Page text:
Fair enough and thanks for clarifying. If you don't mind, I'd like to ask about a couple of specific files. File:Siracha sauce.jpg seems fine based on what you posted above, but File:Sriracha Hot Sauce Bottles Freshii Restaurant Family Dinner Downtown Grand Rapids June 27, 2014 1 (14552677466).jpg and File:PixelatedHuyFongSriracha.jpg had their label imagery partially removed (see file's talk page for more) or pixelated. On English Wikipedia, there are sometimes files like en:File:Cola Couronne bottle.jpg which have a non-free license for the labeling and a free license for the photo. Do either of those files fit in with your understanding of Ets-Hokin or does their touching up or multiple licensing seem odd. I understand that US case law might not directly apply to them per se, but just wondering if, in principle, they were originally OK as uploaded. -- Marchjuly (talk) 07:35, 5 May 2022 (UTC)[reply]

File:Bag balm.jpg[edit]

Hi Clindberg. Do you think Ets-Hokin would also apply to this file? It actually appears that two tins were photographed side-by-side to show not only the side labelling but also the top labelling. While this could be similar to a bottle in which it's hard to photograph the side of the tin without including the logo label; the addition of the top imagery seems unnecessary. -- Marchjuly (talk) 01:00, 17 May 2022 (UTC)[reply]

Yeah, would have to think that is there to focus on the packaging artwork -- the topside artwork was explicitly arranged to make it visible, and the artwork is pretty much the entire top. The right half probably OK as de minimis anyways, as it's only a small graphic in the middle which would be copyrightable, but the one on the left, not so much. That is intentionally focusing on the artwork, to me.
On the other hand, that looks like a very, very dated illustration. If that was pretty much the same artwork as on pre-1989 versions of the product, which given a quick Internet search seems to be the case[1], then it would have been PD-US-no_notice long ago. Carl Lindberg (talk) 02:37, 17 May 2022 (UTC)[reply]
Thank you for taking a look at this. Apparently, based upon this discussion at en:User talk:JJMC89#BagBalm refund?, there was another file being used prior to the uploading of this Commons file. The other one was a local file uploaded to English Wikipedia as non-free content. A non-free file wouldn't be allowed if this one on Commons can be kept or if another freely licensed photo of product the could be taken and uploaded. The company's official website, however, shows a slightly different logo being used on its products: similar cow imagery but looks a tad bit different to me. If the cow imagery dates quite a ways back as you opine, then perhaps a cleaner version of the logo could be uploaded to Commons; if not, then it might need to be treated as fair use and uploaded locally to English Wikipedia as non-free content. -- Marchjuly (talk) 04:57, 17 May 2022 (UTC)[reply]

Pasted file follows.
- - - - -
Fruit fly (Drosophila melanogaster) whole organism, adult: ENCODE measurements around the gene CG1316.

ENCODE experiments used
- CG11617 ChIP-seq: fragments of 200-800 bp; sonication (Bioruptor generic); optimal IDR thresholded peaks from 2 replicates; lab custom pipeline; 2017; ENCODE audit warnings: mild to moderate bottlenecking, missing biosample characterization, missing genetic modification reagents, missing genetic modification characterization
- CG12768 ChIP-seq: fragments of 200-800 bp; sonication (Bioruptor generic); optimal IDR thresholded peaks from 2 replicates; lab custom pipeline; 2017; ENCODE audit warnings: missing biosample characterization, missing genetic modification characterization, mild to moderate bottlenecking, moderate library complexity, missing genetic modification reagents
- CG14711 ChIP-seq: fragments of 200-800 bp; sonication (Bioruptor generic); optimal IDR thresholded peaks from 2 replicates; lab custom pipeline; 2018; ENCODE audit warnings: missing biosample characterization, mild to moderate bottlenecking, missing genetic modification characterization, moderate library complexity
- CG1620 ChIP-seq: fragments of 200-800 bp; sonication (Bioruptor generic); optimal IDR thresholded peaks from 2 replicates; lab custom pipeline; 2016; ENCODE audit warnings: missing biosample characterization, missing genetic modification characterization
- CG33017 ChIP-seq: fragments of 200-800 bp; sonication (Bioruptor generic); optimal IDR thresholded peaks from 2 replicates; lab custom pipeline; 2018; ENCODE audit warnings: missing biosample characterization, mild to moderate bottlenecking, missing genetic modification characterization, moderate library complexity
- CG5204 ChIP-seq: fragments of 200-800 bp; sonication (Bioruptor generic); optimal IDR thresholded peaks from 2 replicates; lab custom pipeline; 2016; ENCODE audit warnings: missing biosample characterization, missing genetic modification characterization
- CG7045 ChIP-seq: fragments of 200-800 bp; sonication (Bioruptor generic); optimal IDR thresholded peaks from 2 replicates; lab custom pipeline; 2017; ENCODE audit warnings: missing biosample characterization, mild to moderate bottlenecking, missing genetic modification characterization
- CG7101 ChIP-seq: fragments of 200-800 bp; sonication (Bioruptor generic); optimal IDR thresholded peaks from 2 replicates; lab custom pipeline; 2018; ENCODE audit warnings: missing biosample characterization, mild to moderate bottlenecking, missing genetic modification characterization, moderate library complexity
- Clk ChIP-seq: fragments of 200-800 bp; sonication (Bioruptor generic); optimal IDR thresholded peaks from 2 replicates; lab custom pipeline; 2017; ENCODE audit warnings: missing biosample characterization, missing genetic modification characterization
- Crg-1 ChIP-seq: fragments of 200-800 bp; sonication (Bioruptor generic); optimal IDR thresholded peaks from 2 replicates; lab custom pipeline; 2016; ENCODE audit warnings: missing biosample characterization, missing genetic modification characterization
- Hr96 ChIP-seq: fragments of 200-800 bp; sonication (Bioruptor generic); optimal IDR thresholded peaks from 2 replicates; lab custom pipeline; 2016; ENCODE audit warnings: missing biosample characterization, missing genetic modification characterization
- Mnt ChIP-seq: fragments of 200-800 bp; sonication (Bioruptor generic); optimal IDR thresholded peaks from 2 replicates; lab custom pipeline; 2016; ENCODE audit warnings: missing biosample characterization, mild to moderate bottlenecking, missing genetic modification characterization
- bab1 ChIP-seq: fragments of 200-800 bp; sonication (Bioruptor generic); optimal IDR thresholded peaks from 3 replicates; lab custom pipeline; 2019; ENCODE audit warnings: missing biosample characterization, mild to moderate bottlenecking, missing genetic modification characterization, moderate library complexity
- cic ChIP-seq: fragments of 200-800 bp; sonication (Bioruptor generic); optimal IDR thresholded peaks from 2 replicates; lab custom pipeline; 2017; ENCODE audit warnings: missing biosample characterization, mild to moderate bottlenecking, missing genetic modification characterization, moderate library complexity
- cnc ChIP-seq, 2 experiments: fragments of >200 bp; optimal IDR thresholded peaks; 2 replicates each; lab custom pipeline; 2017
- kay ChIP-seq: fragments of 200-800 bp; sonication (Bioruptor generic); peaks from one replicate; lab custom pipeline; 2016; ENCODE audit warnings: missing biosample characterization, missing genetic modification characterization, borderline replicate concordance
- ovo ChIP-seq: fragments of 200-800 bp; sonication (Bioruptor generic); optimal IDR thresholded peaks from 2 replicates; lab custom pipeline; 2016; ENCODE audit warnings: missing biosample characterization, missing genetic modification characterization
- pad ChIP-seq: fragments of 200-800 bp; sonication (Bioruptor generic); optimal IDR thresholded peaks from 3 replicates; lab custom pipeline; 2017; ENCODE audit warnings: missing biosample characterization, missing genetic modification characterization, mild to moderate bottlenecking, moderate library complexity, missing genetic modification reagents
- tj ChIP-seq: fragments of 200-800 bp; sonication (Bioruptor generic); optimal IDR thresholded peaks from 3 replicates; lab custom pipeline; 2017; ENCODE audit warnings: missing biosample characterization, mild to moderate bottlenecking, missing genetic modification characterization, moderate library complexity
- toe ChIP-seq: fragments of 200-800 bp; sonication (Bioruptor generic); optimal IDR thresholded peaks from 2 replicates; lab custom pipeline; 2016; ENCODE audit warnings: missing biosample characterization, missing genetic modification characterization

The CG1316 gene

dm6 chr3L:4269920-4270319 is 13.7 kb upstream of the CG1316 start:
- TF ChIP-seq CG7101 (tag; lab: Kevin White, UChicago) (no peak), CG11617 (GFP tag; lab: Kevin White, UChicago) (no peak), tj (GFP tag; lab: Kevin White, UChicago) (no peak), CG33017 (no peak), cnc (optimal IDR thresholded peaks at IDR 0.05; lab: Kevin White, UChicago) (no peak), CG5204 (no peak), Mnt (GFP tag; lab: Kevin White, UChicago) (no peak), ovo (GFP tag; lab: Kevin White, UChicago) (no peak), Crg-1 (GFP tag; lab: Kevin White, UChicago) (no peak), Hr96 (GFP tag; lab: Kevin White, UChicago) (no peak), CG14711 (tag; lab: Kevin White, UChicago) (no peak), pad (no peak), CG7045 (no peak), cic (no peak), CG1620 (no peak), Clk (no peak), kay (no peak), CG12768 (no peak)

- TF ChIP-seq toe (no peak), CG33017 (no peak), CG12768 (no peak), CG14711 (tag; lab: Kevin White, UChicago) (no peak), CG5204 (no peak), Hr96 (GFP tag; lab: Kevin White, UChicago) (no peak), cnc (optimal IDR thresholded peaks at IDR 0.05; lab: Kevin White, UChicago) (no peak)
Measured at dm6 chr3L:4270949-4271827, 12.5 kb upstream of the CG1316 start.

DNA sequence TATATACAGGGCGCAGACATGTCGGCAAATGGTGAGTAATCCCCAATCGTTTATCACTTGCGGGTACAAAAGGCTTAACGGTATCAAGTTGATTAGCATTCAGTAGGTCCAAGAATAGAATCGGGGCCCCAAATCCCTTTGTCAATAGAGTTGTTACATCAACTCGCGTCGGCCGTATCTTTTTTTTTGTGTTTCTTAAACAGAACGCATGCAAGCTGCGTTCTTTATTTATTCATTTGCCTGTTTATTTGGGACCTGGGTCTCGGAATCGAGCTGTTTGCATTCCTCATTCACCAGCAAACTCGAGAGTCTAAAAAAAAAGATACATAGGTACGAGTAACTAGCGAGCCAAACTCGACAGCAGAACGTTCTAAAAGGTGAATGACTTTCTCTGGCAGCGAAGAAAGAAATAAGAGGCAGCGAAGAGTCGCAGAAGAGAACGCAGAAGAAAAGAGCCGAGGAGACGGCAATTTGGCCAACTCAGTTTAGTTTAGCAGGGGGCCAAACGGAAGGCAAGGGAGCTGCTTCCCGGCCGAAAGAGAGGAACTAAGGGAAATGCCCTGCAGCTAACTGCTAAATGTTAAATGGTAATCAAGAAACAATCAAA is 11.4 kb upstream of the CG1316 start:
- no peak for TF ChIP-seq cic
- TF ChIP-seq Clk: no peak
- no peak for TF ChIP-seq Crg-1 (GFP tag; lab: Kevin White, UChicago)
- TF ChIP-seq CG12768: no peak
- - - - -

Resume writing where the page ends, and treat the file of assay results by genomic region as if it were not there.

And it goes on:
Even if it's a tad different, most of the expression would be PD, and only the changes (which could easily be de minimis) would be an issue. Carl Lindberg (talk) 05:00, 17 May 2022 (UTC)[reply]
Fair enough. I'll wait and see what happens over on English Wikipedia. Thanks again. -- Marchjuly (talk) 05:21, 17 May 2022 (UTC)[reply]
If the company's products appeared in print ads prior to 1977 without a copyright notice, then would that apply to just that particular ad itself or to the product packaging as well. For example, an old ad for XYZ Chocolate shows the entire front face of the product packaging which includes the company's logo. There's no copyright notice provided for the ad and there's no copyright notice visible on the front of the packaging as well (the back is unclear). Does the lack of either notice mean the packaging logo is {{PD-US-no notice}}? What if there's no notice for the ad but a visible notice on the product packaging and vice versa? What if the same ad is published in multiple papers, sometimes with a notice and sometimes without? This is an interesting question to me for a number of reasons, but also because of COM:HD#Help with Copyright. Was a visible copyright notice required for each instance of publication under the copyright laws during that period of time? Would a single instance of publication without a copyright notice (for whatever reason) mean that all prior instances of publication and future instance of publication be considered "no notice"? -- Marchjuly (talk) 22:38, 19 May 2022 (UTC)[reply]